Vous êtes sur la page 1sur 13


Memmlers The Human Body in Health and Disease

11th edition

Chapter 2 Chemistry, Matter, and Life

Copyright 2009 Wolters Kluwer Health | Lippincott Williams & Wilkins


Science that deals with composition and properties of matter Used to understand normal and abnormal functioning of body


Levels of Organization
Chemicals Cells Tissues Organs Body systems

Make up all matter 92 occur in nature, 28 created. Identified by names or chemical symbols (abbreviations of modern or Latin names) Identified by number (based on structure of subunits or atoms) Described and organized in periodic table


Subunits of elements Smallest complete units of matter

Atomic Structure
Nucleus Protons (positive charge [+]) Neutrons (no charge) Electrons (negative charge [])

Energy Levels
Distances from nucleus where electrons orbit Higher energy levels can hold more electrons Electrons in farthest level give atom its characteristics (positive or negative charge) Valence of element is number of electrons lost or gained by atoms of element in chemical reactions


Atomic Structure

oxygen atom

Molecules and Compounds

Molecules Formed when two or more atoms unite on the basis of their electron structures Can be made of like atoms or atoms of different elements Compounds Composed of two or more elements Smallest subunits of a compound are molecules


Chemical Bonds
Atoms interact chemically to alter neutrality of atoms and form bonds.


Ionic bonding Electrons transferred between atoms form ionic bonds. El t l t Electrolytes i i b d ionic bonds form compounds that release ions when they are in solution Influence homeostasis (stable condition of normal organism) Conduct electronic current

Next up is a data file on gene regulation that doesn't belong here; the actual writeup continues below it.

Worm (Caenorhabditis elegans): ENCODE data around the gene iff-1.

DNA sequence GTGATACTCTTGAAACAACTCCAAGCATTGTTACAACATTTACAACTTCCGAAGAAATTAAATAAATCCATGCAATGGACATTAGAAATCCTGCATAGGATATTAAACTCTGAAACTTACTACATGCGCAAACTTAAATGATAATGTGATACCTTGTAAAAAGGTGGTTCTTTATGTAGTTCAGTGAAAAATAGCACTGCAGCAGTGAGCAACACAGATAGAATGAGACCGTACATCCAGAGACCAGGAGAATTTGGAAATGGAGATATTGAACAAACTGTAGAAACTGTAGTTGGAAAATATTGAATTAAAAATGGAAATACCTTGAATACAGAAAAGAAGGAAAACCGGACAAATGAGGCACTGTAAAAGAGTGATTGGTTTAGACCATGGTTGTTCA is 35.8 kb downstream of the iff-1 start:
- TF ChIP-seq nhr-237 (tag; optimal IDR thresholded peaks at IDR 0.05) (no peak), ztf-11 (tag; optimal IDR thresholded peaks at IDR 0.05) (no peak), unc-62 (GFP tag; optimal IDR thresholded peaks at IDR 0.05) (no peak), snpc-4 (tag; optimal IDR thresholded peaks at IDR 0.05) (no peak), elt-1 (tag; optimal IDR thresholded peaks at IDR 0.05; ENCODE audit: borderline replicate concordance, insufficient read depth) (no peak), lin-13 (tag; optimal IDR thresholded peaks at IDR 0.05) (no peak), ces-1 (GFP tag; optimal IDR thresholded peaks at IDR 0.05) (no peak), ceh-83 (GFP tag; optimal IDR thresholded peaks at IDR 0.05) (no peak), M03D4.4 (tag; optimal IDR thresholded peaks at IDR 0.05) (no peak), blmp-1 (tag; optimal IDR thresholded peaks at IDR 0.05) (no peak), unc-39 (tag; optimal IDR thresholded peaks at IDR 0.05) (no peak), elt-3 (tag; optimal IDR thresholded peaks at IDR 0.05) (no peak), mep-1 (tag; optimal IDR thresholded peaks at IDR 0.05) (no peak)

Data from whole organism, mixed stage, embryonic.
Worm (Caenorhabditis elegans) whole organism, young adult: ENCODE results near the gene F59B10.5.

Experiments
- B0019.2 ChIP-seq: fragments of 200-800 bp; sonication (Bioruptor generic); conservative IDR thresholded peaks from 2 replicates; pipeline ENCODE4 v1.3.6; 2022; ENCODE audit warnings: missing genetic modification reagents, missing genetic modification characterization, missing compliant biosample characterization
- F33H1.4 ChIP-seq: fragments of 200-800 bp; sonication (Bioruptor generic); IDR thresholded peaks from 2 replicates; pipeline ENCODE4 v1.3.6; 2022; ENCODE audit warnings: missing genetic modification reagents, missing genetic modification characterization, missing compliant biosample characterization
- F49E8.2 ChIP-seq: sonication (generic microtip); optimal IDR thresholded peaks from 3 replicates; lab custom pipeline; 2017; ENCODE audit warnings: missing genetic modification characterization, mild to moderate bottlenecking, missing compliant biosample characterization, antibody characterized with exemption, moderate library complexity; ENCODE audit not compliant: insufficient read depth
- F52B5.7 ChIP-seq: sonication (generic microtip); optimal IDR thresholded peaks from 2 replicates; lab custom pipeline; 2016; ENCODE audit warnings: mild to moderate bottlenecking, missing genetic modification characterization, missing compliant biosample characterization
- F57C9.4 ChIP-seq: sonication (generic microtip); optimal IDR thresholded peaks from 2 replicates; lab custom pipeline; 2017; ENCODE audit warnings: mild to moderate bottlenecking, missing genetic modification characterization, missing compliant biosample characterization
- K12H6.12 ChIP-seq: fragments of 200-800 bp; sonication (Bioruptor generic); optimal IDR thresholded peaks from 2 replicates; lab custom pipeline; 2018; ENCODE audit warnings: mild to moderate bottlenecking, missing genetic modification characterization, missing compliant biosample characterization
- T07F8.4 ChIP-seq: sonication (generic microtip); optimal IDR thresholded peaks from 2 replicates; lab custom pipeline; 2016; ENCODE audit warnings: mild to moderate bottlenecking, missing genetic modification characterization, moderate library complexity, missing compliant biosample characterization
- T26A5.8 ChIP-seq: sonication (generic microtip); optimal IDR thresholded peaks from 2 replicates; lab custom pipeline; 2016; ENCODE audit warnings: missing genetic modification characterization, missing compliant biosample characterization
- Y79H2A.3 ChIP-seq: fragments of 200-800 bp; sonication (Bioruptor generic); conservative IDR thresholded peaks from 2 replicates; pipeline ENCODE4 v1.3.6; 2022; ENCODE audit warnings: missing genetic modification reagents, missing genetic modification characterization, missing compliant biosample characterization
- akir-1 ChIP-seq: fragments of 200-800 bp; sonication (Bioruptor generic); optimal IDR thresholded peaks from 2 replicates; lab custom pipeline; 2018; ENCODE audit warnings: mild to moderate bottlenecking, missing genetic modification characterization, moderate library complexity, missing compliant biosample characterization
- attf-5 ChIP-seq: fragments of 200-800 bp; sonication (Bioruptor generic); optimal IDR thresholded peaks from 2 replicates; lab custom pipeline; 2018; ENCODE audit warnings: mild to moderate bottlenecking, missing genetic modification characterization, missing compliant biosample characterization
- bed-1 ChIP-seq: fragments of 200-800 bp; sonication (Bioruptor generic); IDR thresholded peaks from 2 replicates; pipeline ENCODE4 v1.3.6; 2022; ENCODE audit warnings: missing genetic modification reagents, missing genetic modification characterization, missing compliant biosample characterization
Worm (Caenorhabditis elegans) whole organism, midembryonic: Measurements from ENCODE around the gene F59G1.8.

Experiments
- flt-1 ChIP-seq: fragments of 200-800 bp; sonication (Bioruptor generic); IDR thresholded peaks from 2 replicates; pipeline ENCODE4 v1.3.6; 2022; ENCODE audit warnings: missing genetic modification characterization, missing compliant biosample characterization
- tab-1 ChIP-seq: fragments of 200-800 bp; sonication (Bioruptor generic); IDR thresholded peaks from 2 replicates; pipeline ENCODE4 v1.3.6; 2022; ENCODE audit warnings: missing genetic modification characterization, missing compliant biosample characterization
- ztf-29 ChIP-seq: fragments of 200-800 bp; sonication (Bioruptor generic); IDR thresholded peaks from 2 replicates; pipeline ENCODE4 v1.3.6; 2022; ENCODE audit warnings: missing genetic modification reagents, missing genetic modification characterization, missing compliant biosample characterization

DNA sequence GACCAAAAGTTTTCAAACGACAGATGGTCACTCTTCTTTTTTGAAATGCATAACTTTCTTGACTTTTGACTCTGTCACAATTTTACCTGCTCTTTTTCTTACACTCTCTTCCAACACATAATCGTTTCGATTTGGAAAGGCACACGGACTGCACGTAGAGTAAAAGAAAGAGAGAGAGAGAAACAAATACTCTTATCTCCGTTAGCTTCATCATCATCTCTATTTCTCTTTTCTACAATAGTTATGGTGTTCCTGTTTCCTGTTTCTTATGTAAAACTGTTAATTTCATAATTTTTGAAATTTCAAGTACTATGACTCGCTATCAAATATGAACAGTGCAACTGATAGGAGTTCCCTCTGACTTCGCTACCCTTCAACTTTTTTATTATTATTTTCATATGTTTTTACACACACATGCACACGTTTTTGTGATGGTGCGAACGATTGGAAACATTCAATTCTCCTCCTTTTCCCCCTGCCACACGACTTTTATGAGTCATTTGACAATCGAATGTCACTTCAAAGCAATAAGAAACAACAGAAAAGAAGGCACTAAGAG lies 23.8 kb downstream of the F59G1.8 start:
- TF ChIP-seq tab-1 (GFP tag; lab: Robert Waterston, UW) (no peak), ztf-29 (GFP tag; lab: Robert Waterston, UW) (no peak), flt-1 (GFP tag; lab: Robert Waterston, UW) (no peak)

Covalent Bonds
A chemical bond in which atoms share electrons Non-polar covalent bond

Polar covalent bond

Water H2O


The Importance of Water

Most abundant compound in body Critical in all physiologic processes in body tissues Deficiency (dehydration) can threaten health Universal solvent S bl li id at Stable liquid ordinary temperatures Participates in chemical reactions in body

Mixtures: Solutions and Suspensions

Solution components Indistinguishable from one another y g ( g ) Evenly distributed throughout (homogeneous) Suspension components Separate from solvent Settle out (heterogeneous or non-uniform) Colloid components Separate from solvent Evenly distributed throughout


Compounds: Acids, Bases, and Salts

Compounds are chemical substances with specific properties Acid can donate hydrogen ion (H+) Base (alkali) can accept hydrogen ion (H+) Salt is formed by a reaction between an acid and a base

The pH Scale
Represents relative concentrations of hydrogen and y hydroxide ions in a solution Scale from 0 (most acidic) to 14 (most basic) Each unit represents a 10-fold change Body fluids usually 7.35-7.45 pH


Chemicals that prevent sharp changes in hydrogen ion concentration and maintain relatively constant pH in body fluids

Isotopes and Radioactivity

Elements can exist in several forms (isotopes). Same number of protons and electrons Different number of neutrons Different atomic weights May be stable or unstable (radioactive)


Use of Radioactive Isotopes

Radioisotopes are the rays given off by some radioactive elements. Can penetrate and destroy cancer cells Can aid in diagnosis X-rays Tracers

Chemistry of Living Matter

Living matter contains 26 of 92 natural elements. 96% of body weightfour elements 4% of body weightnine elements 0.1% of body weight13 elements



Organic Compounds
Chemical compounds/macromolecules that characterize living things Contain mainly carbon, hydrogen, and oxygen Carbohydrates Lipids Proteins Nucleic acids

Biological Molecules & Composition of Cells



Monosaccharides (simple sugars) Glucose Disaccharides Polysaccharides Starch Glycogen

Triglycerides Glycerol (glycerin) Phospholipids Steroids Cholesterol Steroid hormones Sex hormones



Amino acids Enzymes Catalysts Substrates